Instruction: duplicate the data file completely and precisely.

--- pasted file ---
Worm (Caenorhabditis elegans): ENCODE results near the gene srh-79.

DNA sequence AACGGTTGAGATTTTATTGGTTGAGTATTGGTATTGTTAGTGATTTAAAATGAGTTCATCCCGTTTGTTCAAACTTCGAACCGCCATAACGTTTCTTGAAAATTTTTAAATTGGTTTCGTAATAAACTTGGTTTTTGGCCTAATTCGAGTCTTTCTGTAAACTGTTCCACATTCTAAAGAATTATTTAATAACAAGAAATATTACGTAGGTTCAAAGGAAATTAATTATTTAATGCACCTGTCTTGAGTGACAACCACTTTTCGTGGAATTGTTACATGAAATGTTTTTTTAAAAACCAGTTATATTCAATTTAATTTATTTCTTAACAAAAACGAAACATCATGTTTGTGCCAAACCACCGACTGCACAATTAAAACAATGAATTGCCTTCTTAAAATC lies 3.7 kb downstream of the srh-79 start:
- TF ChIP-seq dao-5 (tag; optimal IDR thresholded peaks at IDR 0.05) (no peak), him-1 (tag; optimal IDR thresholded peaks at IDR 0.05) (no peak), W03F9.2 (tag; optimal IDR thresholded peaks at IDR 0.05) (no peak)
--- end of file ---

Worm (Caenorhabditis elegans): ENCODE results near the gene srh-79.

DNA sequence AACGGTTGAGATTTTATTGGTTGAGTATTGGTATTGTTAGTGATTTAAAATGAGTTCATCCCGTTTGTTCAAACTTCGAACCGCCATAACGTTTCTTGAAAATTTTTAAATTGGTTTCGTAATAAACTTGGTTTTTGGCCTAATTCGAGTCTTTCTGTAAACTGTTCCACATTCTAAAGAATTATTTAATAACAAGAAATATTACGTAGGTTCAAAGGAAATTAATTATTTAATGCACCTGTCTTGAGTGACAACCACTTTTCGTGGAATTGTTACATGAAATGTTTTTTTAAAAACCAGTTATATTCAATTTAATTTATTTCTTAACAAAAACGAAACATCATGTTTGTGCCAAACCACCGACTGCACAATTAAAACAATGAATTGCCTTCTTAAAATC lies 3.7 kb downstream of the srh-79 start:
- TF ChIP-seq dao-5 (tag; optimal IDR thresholded peaks at IDR 0.05) (no peak), him-1 (tag; optimal IDR thresholded peaks at IDR 0.05) (no peak), W03F9.2 (tag; optimal IDR thresholded peaks at IDR 0.05) (no peak)